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Husky Football Blog

The latest news and analysis on the Montlake Dawgs.

March 8, 2010 at 8:34 PM

March answers, volume one

Here’s the first set. …
Q: Will E.J. Savannah have a chance at free agency?
A: Technically, any graduating player does to be literal about it. Assuming you are asking if he has a realistic shot at getting signed. I’m assuming he will be at the Pro Day Wednesday, and that could tell a lot. Certainly, being the leading tackler for a Pac-10 team, as Savannah was in 2007, is worth a look, so it wouldn’t surprise me if he got signed.
Q: Who was the first coach in the PAC 10 to earn over $1 million a year? How long did he last before being replaced?
A: It may very well have been Rick Neuheisel at UW. If you recall, he signed a contract worth as much as $997,000 when hired at Washington in 1999, making him at the time the highest-paid coach in the Pac-10. I always figured he likely somehow earned another $3,000, be it in speaking fees or whatever, so he’s probably close enough to qualify (especially in 2000 when I would imagine he hit just about every incentive he had). If you’re reading this, you probably know what happened to him. If it wasn’t technically Neuheisel, it was probably Pete Carroll at USC in 2001 —- USC doesn’t make salaries public but I think he made seven figures from the start of his career. You may also have heard how his USC career recently ended.


Q: Do all the Pac-10 teams have a spring “game” to end their practice sessions? And what are their scenarios – 1’s vs 2’s, 1 offense vs. 1 defense?
A: Really no way to determine that exactly as schools can change it on the fly based on what they want to do depending on if they’ve had a lot of injuries during the spring or whatever. Recall how WSU technically cancelled its spring game a year or two ago and just held a normal practice, instead. UW has been all over the map on what its done through the years, and usually doesn’t determine its format until a day or two prior. That’s what most schools do — wait and see what makes sense a few days prior and then decide.
One thing to keep in mind is that a college football team’s roster is the smallest it ever is during the spring, so depth is always an issue. You don’t have all the guys who just graduated, and you don’t have all the guys who will be arriving in the fall. So if a few injuries hit at any position, a team can get thin in a hurry and that can change spring game plans.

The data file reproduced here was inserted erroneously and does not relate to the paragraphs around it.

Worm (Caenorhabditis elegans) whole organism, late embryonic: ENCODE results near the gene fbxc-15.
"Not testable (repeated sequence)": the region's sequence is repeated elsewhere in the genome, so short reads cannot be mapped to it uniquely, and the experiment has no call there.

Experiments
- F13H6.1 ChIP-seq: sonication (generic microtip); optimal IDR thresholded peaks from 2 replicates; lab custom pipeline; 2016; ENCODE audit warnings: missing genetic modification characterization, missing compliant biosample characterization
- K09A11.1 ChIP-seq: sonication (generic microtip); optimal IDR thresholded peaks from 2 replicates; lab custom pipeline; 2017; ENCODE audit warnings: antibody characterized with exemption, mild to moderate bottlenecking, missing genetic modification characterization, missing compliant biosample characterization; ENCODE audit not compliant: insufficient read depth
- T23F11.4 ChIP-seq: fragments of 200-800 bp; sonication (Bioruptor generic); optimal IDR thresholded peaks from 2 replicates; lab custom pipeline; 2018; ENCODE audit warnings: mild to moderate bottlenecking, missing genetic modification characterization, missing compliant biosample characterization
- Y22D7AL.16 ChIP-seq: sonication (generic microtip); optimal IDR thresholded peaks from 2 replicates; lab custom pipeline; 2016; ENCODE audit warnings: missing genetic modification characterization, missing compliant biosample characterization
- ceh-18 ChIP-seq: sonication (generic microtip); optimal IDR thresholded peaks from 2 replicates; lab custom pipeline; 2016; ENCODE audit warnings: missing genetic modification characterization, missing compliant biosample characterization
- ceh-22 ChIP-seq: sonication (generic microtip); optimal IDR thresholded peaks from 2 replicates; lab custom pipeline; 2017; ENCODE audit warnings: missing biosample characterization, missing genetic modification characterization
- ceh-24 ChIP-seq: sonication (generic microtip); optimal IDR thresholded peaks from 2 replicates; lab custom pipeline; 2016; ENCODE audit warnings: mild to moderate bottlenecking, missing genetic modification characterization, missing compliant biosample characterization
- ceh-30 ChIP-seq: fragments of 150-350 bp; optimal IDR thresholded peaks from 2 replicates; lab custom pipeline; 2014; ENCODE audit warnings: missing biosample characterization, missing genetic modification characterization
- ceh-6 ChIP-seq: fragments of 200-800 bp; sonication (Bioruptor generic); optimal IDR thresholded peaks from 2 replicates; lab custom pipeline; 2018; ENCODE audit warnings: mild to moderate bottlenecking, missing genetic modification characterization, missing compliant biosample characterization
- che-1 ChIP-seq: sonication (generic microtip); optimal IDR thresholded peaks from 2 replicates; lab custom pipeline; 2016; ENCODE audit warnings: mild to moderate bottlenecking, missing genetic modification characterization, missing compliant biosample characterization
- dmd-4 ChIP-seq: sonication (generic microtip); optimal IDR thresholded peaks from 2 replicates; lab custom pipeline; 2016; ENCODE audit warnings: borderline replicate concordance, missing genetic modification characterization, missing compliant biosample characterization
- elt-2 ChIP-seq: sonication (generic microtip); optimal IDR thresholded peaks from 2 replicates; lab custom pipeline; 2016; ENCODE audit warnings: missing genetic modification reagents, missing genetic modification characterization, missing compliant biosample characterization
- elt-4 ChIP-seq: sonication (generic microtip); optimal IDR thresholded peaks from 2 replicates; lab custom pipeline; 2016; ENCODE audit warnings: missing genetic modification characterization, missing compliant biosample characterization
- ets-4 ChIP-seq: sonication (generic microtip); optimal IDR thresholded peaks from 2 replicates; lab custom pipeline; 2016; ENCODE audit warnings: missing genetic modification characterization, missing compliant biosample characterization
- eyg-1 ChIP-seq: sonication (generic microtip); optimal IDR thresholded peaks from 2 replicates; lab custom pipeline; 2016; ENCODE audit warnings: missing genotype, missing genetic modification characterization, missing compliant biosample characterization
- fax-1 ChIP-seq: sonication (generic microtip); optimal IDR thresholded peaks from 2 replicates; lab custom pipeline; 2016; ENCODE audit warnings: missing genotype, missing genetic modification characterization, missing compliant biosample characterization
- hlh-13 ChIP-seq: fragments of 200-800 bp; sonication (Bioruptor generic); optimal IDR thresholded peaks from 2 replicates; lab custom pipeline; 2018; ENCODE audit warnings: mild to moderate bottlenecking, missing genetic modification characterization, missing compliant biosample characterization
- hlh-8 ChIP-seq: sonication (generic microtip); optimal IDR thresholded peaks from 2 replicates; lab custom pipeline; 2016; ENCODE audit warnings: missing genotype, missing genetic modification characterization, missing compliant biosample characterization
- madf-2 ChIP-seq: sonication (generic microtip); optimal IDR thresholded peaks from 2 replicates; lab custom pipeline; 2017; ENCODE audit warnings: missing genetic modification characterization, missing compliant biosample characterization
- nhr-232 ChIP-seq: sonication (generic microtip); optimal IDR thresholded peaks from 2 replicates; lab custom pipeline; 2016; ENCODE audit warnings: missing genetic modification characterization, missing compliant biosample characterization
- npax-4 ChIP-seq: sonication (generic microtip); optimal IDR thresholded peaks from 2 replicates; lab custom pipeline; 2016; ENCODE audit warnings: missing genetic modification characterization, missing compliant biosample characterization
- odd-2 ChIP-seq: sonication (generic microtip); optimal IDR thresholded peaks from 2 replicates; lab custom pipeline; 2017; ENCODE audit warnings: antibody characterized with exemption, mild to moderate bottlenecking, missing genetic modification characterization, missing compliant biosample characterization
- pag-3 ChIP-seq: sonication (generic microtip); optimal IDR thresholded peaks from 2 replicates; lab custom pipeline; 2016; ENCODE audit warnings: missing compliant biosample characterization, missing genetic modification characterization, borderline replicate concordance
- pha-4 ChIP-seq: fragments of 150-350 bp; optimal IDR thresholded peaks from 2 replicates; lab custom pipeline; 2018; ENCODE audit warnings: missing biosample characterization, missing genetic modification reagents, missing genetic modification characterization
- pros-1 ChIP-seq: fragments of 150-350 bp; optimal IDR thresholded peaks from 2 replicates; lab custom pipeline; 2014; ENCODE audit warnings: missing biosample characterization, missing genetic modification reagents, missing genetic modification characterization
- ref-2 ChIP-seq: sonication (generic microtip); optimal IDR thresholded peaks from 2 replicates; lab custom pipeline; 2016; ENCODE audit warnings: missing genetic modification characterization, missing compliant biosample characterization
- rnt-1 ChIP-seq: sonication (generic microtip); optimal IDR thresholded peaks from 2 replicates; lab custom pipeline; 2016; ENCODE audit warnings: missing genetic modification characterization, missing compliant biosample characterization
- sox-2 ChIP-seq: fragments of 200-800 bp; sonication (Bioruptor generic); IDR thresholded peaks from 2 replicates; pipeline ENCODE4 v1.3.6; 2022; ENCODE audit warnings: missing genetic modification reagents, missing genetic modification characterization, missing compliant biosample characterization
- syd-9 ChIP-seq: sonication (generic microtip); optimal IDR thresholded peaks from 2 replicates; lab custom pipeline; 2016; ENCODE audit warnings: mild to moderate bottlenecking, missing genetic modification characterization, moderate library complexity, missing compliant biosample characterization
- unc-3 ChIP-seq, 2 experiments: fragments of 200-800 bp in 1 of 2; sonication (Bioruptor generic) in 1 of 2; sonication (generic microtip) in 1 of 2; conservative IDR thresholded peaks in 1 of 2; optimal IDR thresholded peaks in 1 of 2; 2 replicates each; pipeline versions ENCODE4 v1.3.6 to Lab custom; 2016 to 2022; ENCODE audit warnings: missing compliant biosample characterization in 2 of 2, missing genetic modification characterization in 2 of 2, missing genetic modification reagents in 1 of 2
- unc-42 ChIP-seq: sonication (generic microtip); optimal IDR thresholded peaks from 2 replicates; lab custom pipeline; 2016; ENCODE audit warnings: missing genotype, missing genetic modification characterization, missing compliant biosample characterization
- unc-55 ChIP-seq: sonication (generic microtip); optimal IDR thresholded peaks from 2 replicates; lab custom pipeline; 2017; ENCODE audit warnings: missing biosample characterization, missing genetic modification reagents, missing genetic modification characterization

UW did just a starters vs. backups deal last year, and generally that’s what the Huskies have done since I’ve been covering the team, which suddenly has been quite a while — back to 1997.
Q: Do we have any ideas what Stanford assistant coaches get paid? Is low salary the reason for limtied retention? Does Jim Harbaugh call the offensive plays throughout the game, or does he let his OC do that?
A: Like USC, Stanford is a private school, so it doesn’t release salaries. But it has always been reported that Stanford is on the lower end of salaries in the conference for its football staff, which is exacerbated by the fact that it costs so much to live in that area, making it kind of a double hit. Even with his recent extension, Harbaugh is thought to be making only around $1.2 million or so, which would be eighth in the conference — and salaries for assistants usually follow pretty closely in line.
So yes, that is often a reason guys leave Stanford for somewhere else (especially the NFL). As for Harbaugh and play-calling, I did a story last fall in which I asked all 10 Pac-10 coaches whether they called plays (offensive or defensive, depending on their area of emphasis). Harbaugh was the only one to give me a really vague response. But I think that he probably does call the plays.
More answers later.

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